Zakarian Khachkar

The beginning of the Fourth Century is prominent in Armenia history, as in 301 AD, the state of Armenia accepted Christianity as its official religion. Thus, Armenians became the first Christian people in the world. Christianity provided spiritual, moral and intellectual strength and new ardor to confront the forthcoming centuries.

A Khachkar is a monument reflecting Armenian medieval culture and has been traditionally erected in holy and public places for national and personal divine reasons and purposes. The word Khachkar translates literally to "Cross Rock" or "The Rock of the Cross". The art of sculpting the ornamental relief style of Khachkar reached the peak of its progress in the 13th century Armenia. This unique work of religious art gained international recognition and respect.

The first ever Khachkar to be built and unveiled in America is the Zakarian Khachkar, sponsored by Arthur Zakarian. The unveiling ceremony took place at the courtyard of the St. Mary's Armenian church in Glendale, CA. on Sunday, May 31st, 1998. The creation of this work of art is by the artistry and skill of Gaspar Gharibyan. The adobe-like "Touf" stone was imported over from Armenia , also symbolizing the Armenian in Diaspora. From the bosom a door is left open as an emblem of hope and light. Above the door is Noah's pigeon which survived cataclysm and destruction. On the top of the Zakarian Khachkar arises Mount Ararat with its grandeur. Below the Mount Ararat are clouds and Pegasus dashing forth, representing good fortune and victory.

The symbolic structural composition of the Khachkar has the Cross as its foundation denoting the source of light and life. The Cross is an object of worship and is related to the Tree of Life. It is centered on the circular decorated shield which represents the earth. The adorned edges of the stone form the frame of the Khachkar.

Photos of the Ceremony
Photos of the Sculptor, Gaspar Gharibyan making Zakarian Khachkar

Armenian Genocide Khachkar

Unveiled on Sunday, July 23, 2000, following the Sunday Services at the St. Mary's Armenian Apostolic Church in Glendale, CA is the second Khachkar in the history of America. This Khachkar was sponsored by the Zakarian Family, dedicating it to the memory of the martyrs of the Armenian Genocide. It is again the work of master sculptor Gaspar Gharibyan.

The Armenian Genocide, perpetrated by the Young Turks government of the Ottoman Empire from 1915 to 1923 became the first holocaust of the 20th century. As a result of this genocide, a majority of centuries-old Armenian historical and religious artifacts were lost forever. From the depths of the 85 years since the genocide, the memory of the victims of the Armenian Genocide is resurrected here as a tolling of commemoration.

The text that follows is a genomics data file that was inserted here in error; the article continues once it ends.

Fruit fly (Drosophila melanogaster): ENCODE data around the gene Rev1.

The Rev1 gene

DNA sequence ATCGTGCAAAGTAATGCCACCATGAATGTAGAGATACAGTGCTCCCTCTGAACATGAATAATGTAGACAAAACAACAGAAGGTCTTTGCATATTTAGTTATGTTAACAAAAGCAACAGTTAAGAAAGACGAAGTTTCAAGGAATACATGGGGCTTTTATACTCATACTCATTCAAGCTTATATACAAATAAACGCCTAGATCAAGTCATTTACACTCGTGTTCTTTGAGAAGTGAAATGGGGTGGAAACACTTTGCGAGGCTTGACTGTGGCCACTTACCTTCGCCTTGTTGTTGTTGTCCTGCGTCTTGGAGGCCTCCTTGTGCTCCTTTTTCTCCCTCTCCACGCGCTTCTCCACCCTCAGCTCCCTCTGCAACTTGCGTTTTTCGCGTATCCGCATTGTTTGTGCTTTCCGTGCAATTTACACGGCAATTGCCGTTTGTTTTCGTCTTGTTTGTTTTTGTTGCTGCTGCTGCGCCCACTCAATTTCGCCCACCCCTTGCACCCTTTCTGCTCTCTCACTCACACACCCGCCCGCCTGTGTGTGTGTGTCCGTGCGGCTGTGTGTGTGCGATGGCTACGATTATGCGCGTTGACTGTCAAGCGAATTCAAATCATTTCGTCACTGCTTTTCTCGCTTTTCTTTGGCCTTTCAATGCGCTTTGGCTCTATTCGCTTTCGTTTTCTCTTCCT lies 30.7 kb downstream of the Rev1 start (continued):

This monument is constructed from "Touf" stone, which was also brought in from Armenia. The three large pieces assembled together to represent a cross have unique carvings, symbolizing the will and the determination of the Armenian people to survive. This Khachkar emerges from a granite base, shattering the grief and becoming a crucifix of hope. The base is also divided into five sections, characterizing the five continents of the world, on which rests the monument memorializing the victims of the Armenian Genocide.

From the center of the cross hangs the universal heart of love and charity which has cracked and is bleeding onto the strained and saddened Cross due to the tragedy of the holocaust. The 12 empty altars on one of the Cross represent the 12 regions depleted of their indigenous Armenian people.

The date marking the beginning of the Armenian Genocide is pierced through the eye of the being, as a sign of survival and perseverance. The fireball of eternity represents the strong future of the Armenian people. The edges of the cross are etched with the storms of time. Angles stand vigil at the altars and in one of the altars, the universal eye keeps a hopeful watch.

From the arch at the top of the cross hangs the eternal bell, which continuously tolls in the name of reparation. The Genocide does not transcend time. The protective eagle on its side - the symbol of the USA - characterize eternal justice.

Photos of the Sculptor, Gaspar Gharibyan
Photos of the Ceremony
Photos of the Armenian Genocide Khachkar

Khachkar 2